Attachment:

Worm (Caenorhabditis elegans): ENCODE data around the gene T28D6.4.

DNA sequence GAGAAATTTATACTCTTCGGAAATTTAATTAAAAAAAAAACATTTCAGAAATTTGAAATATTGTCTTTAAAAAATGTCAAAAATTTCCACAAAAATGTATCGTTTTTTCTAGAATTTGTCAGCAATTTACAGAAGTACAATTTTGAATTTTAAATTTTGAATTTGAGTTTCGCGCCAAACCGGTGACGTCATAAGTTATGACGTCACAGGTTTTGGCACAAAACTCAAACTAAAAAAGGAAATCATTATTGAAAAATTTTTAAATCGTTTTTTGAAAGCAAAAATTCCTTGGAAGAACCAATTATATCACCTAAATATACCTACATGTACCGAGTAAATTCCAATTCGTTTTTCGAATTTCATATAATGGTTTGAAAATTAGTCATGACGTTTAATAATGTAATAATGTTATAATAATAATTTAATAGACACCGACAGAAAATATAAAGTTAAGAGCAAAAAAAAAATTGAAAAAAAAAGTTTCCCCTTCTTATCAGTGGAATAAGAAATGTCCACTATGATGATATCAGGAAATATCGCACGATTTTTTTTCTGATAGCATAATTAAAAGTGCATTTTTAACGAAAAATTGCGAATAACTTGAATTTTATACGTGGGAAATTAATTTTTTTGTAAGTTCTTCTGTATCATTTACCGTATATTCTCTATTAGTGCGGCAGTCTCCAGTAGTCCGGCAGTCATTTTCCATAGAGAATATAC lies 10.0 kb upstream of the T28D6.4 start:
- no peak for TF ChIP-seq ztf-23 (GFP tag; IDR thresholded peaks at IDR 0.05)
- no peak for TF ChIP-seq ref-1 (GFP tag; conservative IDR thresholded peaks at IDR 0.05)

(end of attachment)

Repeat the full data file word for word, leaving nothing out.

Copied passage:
Worm (Caenorhabditis elegans): ENCODE data around the gene T28D6.4.

DNA sequence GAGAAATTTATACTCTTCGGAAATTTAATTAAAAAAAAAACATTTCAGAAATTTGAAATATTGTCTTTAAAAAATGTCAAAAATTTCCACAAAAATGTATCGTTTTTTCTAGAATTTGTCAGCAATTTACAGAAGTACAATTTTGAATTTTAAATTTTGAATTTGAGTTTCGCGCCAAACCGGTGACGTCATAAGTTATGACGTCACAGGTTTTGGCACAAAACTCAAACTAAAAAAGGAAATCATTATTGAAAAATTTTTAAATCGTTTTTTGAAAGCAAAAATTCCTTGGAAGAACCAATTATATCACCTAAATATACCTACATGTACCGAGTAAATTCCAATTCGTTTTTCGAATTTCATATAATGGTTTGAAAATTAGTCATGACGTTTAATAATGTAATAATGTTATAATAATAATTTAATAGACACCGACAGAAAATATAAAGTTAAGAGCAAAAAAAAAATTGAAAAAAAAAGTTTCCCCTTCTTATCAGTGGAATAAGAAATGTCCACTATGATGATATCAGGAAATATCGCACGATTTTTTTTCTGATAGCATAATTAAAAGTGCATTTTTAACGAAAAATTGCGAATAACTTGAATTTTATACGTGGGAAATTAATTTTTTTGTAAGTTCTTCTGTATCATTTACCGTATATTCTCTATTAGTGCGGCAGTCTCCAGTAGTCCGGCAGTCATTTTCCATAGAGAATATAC lies 10.0 kb upstream of the T28D6.4 start:
- no peak for TF ChIP-seq ztf-23 (GFP tag; IDR thresholded peaks at IDR 0.05)
- no peak for TF ChIP-seq ref-1 (GFP tag; conservative IDR thresholded peaks at IDR 0.05)